National Stem Cell Foundation of Australia

National Stem Cell Foundation of Australia

The National Stem Cell Foundation of Australia supports stem cell science and educates the community about the potential and dangers of stem cell therapies.

The winners of the 2016 Metcalf Prizes for Stem Cell Research are:

  • James Chong: Stem cells healing broken hearts
  • Tracy Heng: Making cancer treatment less aggressive and more effective

Read the media release.

The winners will receive their awards at a breakfast ceremony on Wednesday 27 July in Melbourne. Visit the website: stemcellfoundation.net.au

Making cancer treatment less aggressive and more effective

Tracy Heng wants to make cancer treatment gentler and more effective for elderly patients with blood cancer and other blood disorders.

“Bone marrow transplants have transformed survival rates for blood cancers. They replace a diseased blood system with healthy blood-forming cells, but first, doctors have to wipe out a patient’s immune system, which takes a big toll on elderly patients. My goal is to change that,” says Tracy. [click to continue…]

Tracy Heng: making cancer treatment less aggressive, more effective

Stem cells healing broken hearts

James Chong has two starters in the race to develop stem cell therapies for heart failure as viable alternatives to heart transplants. His research is exploring both the potential for transplanted stem cells to regenerate new heart tissue and how to repair a patient’s heart by rejuvenating their own heart stem cells.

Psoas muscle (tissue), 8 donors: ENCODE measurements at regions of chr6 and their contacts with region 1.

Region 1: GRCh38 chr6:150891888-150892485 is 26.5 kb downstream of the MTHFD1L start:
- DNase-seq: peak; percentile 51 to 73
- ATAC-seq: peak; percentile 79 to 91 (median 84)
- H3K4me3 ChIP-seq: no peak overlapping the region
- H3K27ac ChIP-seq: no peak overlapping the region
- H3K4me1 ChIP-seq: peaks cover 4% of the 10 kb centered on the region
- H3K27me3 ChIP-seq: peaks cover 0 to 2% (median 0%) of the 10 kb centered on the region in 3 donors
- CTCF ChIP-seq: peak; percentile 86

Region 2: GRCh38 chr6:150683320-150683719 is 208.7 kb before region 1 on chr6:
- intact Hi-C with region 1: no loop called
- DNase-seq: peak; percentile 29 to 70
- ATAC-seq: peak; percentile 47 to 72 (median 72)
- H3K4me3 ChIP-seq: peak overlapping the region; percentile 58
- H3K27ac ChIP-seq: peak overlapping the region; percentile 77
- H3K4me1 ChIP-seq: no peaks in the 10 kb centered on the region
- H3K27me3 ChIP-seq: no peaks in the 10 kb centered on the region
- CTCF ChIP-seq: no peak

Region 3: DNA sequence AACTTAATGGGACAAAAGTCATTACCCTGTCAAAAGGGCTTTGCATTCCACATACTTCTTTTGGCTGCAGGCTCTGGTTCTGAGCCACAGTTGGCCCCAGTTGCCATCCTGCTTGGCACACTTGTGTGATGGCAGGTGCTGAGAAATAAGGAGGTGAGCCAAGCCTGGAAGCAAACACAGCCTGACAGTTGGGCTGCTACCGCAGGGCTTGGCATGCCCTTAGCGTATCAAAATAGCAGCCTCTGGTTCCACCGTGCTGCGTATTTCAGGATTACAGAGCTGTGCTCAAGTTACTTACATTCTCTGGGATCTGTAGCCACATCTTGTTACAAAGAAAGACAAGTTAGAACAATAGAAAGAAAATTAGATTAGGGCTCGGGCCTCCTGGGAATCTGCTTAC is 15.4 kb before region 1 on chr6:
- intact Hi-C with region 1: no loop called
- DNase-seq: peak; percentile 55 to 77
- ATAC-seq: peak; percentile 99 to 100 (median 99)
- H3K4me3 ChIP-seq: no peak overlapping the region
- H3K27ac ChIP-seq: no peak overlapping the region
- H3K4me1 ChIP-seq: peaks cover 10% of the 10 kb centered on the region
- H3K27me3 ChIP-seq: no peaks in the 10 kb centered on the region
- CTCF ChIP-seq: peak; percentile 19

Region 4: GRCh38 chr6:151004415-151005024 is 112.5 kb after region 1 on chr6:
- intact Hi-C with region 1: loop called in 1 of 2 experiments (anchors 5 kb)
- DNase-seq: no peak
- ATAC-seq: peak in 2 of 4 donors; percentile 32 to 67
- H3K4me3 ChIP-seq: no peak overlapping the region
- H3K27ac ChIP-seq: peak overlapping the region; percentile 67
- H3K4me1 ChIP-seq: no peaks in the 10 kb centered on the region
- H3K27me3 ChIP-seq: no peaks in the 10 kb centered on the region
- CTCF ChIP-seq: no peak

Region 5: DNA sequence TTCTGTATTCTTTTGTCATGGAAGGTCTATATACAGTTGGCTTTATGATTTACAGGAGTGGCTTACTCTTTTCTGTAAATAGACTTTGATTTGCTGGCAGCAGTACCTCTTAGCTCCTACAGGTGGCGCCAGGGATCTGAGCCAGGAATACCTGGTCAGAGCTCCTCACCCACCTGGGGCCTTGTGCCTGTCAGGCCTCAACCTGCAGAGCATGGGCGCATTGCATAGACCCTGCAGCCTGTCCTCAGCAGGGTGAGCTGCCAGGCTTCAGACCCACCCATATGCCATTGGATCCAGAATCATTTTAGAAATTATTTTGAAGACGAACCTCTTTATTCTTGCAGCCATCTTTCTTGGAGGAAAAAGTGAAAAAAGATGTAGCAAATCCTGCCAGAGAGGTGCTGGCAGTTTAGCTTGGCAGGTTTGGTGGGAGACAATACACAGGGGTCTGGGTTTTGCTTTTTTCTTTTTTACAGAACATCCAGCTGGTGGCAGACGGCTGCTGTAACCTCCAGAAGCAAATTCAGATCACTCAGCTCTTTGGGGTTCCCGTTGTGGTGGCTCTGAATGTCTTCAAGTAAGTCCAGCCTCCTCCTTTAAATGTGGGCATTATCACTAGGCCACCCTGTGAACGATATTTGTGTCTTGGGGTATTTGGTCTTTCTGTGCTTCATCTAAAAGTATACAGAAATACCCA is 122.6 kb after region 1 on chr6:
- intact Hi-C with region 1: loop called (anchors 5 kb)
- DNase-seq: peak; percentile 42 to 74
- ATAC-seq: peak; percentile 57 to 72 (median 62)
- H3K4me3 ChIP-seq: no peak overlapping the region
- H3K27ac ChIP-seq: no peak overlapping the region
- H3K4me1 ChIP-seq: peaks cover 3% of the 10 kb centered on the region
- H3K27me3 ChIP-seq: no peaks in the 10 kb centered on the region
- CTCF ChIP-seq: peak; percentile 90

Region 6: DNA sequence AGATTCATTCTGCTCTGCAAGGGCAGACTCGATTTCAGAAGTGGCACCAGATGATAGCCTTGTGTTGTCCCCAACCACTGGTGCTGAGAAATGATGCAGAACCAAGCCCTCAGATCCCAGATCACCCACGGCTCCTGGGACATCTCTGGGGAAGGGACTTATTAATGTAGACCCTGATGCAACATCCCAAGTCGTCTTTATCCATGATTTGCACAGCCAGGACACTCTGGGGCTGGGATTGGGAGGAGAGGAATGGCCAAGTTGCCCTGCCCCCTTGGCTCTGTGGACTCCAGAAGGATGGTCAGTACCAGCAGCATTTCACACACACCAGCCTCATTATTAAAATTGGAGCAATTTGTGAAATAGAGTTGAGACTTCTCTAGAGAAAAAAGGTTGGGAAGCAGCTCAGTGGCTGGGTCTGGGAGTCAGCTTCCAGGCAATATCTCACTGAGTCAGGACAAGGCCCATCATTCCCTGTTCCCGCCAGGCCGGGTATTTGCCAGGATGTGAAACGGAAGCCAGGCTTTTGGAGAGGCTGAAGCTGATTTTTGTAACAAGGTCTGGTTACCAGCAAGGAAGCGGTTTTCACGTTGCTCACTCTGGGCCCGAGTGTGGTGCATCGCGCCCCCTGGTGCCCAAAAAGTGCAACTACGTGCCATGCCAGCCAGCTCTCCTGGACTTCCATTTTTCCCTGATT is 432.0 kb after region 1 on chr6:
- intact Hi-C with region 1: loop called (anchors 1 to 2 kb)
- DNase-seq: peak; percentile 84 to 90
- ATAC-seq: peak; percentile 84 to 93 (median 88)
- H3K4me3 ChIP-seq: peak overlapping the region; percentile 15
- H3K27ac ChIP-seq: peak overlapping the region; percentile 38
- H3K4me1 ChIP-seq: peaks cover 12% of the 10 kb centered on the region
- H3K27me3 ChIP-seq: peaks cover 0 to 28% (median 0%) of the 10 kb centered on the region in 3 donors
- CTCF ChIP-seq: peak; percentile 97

“In Australia, 54,000 people suffer a heart attack and 20,000 die from chronic heart failure each year. I want to develop stem cell treatments that can save the lives of the thousands of people who miss out on heart transplants,” says James. [click to continue…]

James Chong, stem cells healing broken hearts, credit The Westmead Institute, Sydney

2015 Metcalf Prizes go to Brisbane and Perth researchers

Teaching stem cells to forget the past – Ryan Lister, Perth

Stem cell encyclopedia leads to new discoveries – Christine Wells, Brisbane

Winners of the National Stem Cell Foundation’s Metcalf Prizes announced today

Wednesday 13 May 2015

Scientists available for photos and interviews in their labs.

Professor Ryan Lister of the University of Western Australia and Associate Professor Christine Wells of the University of Queensland have both received $50,000 Metcalf Prizes from the National Stem Cell Foundation of Australia in recognition of their leadership in stem cell research. [click to continue…]

Teaching stem cells to forget the past

Ryan Lister has discovered how adult stem cells retain a memory of what they once were.

He believes he can make them forget their past lives, as for example skin cells, so their history doesn’t limit their new potential to become brain, heart, liver, blood and other cells.

In recognition of his leadership in stem cell research, Professor Ryan Lister of the University of Western Australia has received one of two $50,000 Metcalf Prizes from the National Stem Cell Foundation of Australia. [click to continue…]

Stem cell encyclopedia leads to new stem cells

An online encyclopedia created by Christine Wells has led to the discovery of a new kind of stem cell. And that’s just the beginning. Christine’s small Brisbane team has created a resource that the global stem cell research community is using to rapidly share knowledge and fast track stem cell discoveries.

In recognition of her leadership in stem cell research, Associate Professor Christine Wells of the University of Queensland and the University of Glasgow has received one of two $50,000 Metcalf Prizes from the National Stem Cell Foundation of Australia. [click to continue…]

Let’s talk about the potential, reality and dangers of stem cells

National Stem Cell Foundation of Australia August newsletter

Welcome to the Foundation’s bulletin on stem cell science and news, and our work in supporting stem cell research in Australia.

Last month we celebrated two emerging stem cell leaders, the inaugural winners of our Metcalf Prizes for Stem Cell Research. The $50,000 awards presented to Kaylene Young and Jose Polo will accelerate their research programs.